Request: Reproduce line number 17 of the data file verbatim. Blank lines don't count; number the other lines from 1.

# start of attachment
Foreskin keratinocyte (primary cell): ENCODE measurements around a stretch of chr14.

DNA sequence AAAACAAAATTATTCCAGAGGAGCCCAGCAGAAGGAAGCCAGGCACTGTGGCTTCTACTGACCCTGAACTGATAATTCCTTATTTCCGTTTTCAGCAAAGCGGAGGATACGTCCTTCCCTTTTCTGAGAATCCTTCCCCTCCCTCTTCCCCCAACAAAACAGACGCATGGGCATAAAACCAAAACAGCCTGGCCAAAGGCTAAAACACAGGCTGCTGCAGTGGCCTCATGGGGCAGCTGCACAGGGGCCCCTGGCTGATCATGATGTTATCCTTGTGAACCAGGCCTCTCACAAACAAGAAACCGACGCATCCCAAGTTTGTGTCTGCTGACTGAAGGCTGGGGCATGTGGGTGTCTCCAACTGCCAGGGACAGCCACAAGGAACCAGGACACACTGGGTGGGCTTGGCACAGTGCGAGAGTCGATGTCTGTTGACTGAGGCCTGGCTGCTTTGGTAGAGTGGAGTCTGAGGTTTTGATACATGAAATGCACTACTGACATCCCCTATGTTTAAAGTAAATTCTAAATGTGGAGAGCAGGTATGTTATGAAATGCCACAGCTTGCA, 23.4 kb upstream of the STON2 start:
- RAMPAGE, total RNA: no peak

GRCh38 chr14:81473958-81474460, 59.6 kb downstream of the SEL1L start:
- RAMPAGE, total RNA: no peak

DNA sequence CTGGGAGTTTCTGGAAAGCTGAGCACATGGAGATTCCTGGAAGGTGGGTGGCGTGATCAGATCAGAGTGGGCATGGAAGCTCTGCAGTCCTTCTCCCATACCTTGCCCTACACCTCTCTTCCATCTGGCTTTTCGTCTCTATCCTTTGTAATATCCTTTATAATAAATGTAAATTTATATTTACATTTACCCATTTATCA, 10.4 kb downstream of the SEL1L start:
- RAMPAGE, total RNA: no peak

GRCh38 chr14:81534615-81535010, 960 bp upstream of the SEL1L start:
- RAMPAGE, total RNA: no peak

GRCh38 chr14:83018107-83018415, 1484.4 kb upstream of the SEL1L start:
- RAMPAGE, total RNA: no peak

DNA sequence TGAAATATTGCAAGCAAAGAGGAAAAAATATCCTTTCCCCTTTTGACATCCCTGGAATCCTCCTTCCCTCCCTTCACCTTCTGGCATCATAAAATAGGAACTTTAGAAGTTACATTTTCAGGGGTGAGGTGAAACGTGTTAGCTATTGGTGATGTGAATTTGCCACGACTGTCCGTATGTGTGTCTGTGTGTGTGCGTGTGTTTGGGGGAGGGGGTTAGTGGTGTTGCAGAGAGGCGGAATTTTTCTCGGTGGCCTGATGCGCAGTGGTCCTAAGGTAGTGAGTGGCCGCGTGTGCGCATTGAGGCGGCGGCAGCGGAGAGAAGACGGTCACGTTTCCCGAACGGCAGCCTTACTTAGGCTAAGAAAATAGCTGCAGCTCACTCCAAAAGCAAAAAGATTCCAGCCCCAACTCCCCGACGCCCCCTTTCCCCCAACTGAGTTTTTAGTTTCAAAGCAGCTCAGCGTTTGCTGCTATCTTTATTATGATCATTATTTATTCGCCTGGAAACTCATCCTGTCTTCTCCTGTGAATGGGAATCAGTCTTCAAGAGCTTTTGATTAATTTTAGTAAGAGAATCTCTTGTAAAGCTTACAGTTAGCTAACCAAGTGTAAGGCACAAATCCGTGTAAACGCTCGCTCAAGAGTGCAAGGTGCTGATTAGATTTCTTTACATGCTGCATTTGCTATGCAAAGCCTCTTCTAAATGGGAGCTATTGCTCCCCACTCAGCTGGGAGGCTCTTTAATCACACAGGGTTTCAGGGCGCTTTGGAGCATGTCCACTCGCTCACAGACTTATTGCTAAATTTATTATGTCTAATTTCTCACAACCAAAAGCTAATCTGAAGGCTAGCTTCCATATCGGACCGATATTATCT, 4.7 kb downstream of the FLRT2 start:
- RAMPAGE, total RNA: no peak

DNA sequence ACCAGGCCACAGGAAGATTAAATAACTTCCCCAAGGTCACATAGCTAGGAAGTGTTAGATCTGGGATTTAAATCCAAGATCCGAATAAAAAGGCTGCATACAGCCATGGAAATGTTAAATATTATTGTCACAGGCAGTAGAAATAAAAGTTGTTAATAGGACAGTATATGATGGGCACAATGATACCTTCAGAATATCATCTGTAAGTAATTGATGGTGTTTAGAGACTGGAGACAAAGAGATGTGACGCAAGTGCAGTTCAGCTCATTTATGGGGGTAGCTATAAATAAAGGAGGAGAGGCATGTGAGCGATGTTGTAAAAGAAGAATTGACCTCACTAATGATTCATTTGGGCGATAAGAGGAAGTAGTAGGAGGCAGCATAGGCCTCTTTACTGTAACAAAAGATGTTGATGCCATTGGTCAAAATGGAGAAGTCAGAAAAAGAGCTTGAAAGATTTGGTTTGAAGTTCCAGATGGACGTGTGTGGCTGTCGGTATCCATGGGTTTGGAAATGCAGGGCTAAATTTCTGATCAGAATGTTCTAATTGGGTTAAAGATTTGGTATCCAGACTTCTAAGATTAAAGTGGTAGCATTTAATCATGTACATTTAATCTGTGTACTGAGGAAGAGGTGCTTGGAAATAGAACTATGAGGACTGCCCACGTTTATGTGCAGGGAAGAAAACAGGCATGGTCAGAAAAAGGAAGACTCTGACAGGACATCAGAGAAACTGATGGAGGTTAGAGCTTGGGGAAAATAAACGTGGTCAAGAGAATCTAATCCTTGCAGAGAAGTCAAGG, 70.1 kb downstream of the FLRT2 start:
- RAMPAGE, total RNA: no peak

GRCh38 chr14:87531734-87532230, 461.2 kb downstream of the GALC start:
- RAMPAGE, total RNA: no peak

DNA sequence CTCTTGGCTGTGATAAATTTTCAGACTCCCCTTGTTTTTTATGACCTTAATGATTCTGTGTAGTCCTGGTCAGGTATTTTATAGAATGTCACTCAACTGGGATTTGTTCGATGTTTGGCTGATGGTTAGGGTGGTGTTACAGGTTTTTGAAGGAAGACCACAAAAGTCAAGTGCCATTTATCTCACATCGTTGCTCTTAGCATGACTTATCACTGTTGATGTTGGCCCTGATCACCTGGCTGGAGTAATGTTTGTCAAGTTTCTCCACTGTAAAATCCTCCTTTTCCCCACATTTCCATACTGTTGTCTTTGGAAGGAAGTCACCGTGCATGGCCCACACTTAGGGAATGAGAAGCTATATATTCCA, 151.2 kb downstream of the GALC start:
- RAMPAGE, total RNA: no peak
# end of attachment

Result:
- RAMPAGE, total RNA: no peak